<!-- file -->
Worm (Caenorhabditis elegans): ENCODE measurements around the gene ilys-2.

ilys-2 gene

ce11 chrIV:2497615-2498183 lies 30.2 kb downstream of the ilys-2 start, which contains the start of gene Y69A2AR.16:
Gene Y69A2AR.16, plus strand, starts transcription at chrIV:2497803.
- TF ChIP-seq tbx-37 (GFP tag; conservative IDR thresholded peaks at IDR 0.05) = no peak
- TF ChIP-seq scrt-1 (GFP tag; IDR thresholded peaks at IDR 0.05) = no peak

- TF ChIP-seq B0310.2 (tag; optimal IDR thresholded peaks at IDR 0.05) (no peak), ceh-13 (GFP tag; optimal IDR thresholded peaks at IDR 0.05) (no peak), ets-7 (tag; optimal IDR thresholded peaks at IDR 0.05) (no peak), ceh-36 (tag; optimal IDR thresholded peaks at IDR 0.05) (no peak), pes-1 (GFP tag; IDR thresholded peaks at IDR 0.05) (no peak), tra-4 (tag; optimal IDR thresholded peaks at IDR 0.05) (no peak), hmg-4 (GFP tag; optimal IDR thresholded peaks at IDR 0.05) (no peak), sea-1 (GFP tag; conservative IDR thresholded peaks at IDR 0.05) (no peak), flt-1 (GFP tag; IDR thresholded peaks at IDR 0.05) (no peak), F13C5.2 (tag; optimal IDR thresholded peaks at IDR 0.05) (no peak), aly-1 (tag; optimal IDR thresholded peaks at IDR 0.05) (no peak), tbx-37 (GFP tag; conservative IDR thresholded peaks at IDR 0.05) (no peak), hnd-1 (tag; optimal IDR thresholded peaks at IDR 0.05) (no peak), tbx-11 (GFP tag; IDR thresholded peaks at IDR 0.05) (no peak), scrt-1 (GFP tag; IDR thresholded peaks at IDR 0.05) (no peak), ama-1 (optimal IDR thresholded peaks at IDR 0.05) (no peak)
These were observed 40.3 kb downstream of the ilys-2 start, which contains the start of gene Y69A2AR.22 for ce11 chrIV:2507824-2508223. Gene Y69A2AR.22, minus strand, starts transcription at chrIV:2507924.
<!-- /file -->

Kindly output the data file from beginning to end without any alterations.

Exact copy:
Worm (Caenorhabditis elegans): ENCODE measurements around the gene ilys-2.

ilys-2 gene

ce11 chrIV:2497615-2498183 lies 30.2 kb downstream of the ilys-2 start, which contains the start of gene Y69A2AR.16:
Gene Y69A2AR.16, plus strand, starts transcription at chrIV:2497803.
- TF ChIP-seq tbx-37 (GFP tag; conservative IDR thresholded peaks at IDR 0.05) = no peak
- TF ChIP-seq scrt-1 (GFP tag; IDR thresholded peaks at IDR 0.05) = no peak

- TF ChIP-seq B0310.2 (tag; optimal IDR thresholded peaks at IDR 0.05) (no peak), ceh-13 (GFP tag; optimal IDR thresholded peaks at IDR 0.05) (no peak), ets-7 (tag; optimal IDR thresholded peaks at IDR 0.05) (no peak), ceh-36 (tag; optimal IDR thresholded peaks at IDR 0.05) (no peak), pes-1 (GFP tag; IDR thresholded peaks at IDR 0.05) (no peak), tra-4 (tag; optimal IDR thresholded peaks at IDR 0.05) (no peak), hmg-4 (GFP tag; optimal IDR thresholded peaks at IDR 0.05) (no peak), sea-1 (GFP tag; conservative IDR thresholded peaks at IDR 0.05) (no peak), flt-1 (GFP tag; IDR thresholded peaks at IDR 0.05) (no peak), F13C5.2 (tag; optimal IDR thresholded peaks at IDR 0.05) (no peak), aly-1 (tag; optimal IDR thresholded peaks at IDR 0.05) (no peak), tbx-37 (GFP tag; conservative IDR thresholded peaks at IDR 0.05) (no peak), hnd-1 (tag; optimal IDR thresholded peaks at IDR 0.05) (no peak), tbx-11 (GFP tag; IDR thresholded peaks at IDR 0.05) (no peak), scrt-1 (GFP tag; IDR thresholded peaks at IDR 0.05) (no peak), ama-1 (optimal IDR thresholded peaks at IDR 0.05) (no peak)
These were observed 40.3 kb downstream of the ilys-2 start, which contains the start of gene Y69A2AR.22 for ce11 chrIV:2507824-2508223. Gene Y69A2AR.22, minus strand, starts transcription at chrIV:2507924.